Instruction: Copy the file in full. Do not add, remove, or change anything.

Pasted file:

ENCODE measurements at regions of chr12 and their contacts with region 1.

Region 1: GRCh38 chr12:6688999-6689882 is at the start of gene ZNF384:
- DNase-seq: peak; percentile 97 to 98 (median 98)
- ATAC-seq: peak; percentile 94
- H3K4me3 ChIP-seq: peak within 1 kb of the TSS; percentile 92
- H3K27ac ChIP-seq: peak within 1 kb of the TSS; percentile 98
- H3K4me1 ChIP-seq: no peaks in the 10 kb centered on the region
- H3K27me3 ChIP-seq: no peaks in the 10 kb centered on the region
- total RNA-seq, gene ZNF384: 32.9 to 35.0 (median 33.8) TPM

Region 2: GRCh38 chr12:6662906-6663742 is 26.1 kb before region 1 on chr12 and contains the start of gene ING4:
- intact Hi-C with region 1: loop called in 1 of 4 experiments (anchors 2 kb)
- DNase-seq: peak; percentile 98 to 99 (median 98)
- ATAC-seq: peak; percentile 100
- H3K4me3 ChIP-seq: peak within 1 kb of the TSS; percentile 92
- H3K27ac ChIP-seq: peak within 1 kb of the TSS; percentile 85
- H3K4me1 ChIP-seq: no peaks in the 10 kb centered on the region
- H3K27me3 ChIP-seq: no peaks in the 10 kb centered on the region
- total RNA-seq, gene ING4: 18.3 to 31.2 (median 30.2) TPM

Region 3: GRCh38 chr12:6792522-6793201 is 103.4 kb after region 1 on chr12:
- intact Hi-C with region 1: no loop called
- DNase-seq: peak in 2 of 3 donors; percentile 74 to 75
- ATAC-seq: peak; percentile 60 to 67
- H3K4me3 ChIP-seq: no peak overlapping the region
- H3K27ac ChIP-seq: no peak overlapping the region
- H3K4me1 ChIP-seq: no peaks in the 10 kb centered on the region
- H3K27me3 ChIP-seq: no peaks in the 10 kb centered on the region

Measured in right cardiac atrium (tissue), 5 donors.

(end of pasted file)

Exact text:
ENCODE measurements at regions of chr12 and their contacts with region 1.

Region 1: GRCh38 chr12:6688999-6689882 is at the start of gene ZNF384:
- DNase-seq: peak; percentile 97 to 98 (median 98)
- ATAC-seq: peak; percentile 94
- H3K4me3 ChIP-seq: peak within 1 kb of the TSS; percentile 92
- H3K27ac ChIP-seq: peak within 1 kb of the TSS; percentile 98
- H3K4me1 ChIP-seq: no peaks in the 10 kb centered on the region
- H3K27me3 ChIP-seq: no peaks in the 10 kb centered on the region
- total RNA-seq, gene ZNF384: 32.9 to 35.0 (median 33.8) TPM

Region 2: GRCh38 chr12:6662906-6663742 is 26.1 kb before region 1 on chr12 and contains the start of gene ING4:
- intact Hi-C with region 1: loop called in 1 of 4 experiments (anchors 2 kb)
- DNase-seq: peak; percentile 98 to 99 (median 98)
- ATAC-seq: peak; percentile 100
- H3K4me3 ChIP-seq: peak within 1 kb of the TSS; percentile 92
- H3K27ac ChIP-seq: peak within 1 kb of the TSS; percentile 85
- H3K4me1 ChIP-seq: no peaks in the 10 kb centered on the region
- H3K27me3 ChIP-seq: no peaks in the 10 kb centered on the region
- total RNA-seq, gene ING4: 18.3 to 31.2 (median 30.2) TPM

Region 3: GRCh38 chr12:6792522-6793201 is 103.4 kb after region 1 on chr12:
- intact Hi-C with region 1: no loop called
- DNase-seq: peak in 2 of 3 donors; percentile 74 to 75
- ATAC-seq: peak; percentile 60 to 67
- H3K4me3 ChIP-seq: no peak overlapping the region
- H3K27ac ChIP-seq: no peak overlapping the region
- H3K4me1 ChIP-seq: no peaks in the 10 kb centered on the region
- H3K27me3 ChIP-seq: no peaks in the 10 kb centered on the region

Measured in right cardiac atrium (tissue), 5 donors.